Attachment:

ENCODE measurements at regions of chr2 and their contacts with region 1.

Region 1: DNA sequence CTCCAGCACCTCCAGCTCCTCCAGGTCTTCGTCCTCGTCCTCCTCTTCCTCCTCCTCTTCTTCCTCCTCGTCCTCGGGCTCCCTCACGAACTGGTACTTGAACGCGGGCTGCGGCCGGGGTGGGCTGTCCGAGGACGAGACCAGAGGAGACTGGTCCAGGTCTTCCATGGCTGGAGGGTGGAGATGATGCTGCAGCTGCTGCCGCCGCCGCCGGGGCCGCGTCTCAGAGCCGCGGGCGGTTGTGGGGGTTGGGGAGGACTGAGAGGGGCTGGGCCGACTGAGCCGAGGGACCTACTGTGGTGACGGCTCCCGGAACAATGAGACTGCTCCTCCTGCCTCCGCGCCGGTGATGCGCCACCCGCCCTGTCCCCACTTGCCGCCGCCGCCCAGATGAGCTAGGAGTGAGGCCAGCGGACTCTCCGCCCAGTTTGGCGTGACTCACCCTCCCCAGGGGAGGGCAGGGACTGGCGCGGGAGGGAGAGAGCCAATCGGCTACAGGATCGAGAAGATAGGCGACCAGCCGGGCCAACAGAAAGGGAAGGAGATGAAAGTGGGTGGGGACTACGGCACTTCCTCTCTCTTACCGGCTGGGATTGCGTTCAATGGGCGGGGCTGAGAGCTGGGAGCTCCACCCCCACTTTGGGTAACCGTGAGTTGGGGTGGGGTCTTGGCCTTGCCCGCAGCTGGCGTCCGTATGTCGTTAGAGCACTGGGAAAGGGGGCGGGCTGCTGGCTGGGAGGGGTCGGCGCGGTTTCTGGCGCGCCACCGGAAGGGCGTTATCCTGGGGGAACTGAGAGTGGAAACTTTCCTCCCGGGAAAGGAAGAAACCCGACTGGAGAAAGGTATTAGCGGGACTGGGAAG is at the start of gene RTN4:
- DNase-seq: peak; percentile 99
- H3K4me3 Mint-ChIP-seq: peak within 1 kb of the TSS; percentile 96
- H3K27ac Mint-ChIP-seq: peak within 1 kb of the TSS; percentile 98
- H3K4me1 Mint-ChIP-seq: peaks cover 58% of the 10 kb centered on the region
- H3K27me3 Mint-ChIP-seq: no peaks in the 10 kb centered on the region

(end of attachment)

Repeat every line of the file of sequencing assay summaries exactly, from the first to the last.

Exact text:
ENCODE measurements at regions of chr2 and their contacts with region 1.

Region 1: DNA sequence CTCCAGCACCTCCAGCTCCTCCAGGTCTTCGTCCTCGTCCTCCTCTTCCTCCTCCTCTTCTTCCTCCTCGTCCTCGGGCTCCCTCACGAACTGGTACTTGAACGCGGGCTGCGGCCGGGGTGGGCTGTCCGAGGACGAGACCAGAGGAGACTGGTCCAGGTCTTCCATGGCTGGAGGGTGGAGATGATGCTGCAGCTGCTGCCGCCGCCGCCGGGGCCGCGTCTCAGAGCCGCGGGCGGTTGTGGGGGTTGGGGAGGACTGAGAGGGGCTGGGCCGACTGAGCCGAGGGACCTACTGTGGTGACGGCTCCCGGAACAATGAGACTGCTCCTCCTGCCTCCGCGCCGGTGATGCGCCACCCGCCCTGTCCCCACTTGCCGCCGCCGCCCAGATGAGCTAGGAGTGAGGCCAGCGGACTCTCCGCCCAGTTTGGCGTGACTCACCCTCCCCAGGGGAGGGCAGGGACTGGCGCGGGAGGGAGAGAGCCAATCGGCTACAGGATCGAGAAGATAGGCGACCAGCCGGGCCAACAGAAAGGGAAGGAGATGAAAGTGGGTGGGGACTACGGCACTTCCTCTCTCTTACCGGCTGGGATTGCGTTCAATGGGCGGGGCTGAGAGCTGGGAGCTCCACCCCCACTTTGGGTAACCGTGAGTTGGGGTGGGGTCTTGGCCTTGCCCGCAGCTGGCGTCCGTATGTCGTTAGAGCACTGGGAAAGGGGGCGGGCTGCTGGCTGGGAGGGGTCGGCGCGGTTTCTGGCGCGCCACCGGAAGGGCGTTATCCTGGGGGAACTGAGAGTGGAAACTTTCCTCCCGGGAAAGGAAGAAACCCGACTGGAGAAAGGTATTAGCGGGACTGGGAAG is at the start of gene RTN4:
- DNase-seq: peak; percentile 99
- H3K4me3 Mint-ChIP-seq: peak within 1 kb of the TSS; percentile 96
- H3K27ac Mint-ChIP-seq: peak within 1 kb of the TSS; percentile 98
- H3K4me1 Mint-ChIP-seq: peaks cover 58% of the 10 kb centered on the region
- H3K27me3 Mint-ChIP-seq: no peaks in the 10 kb centered on the region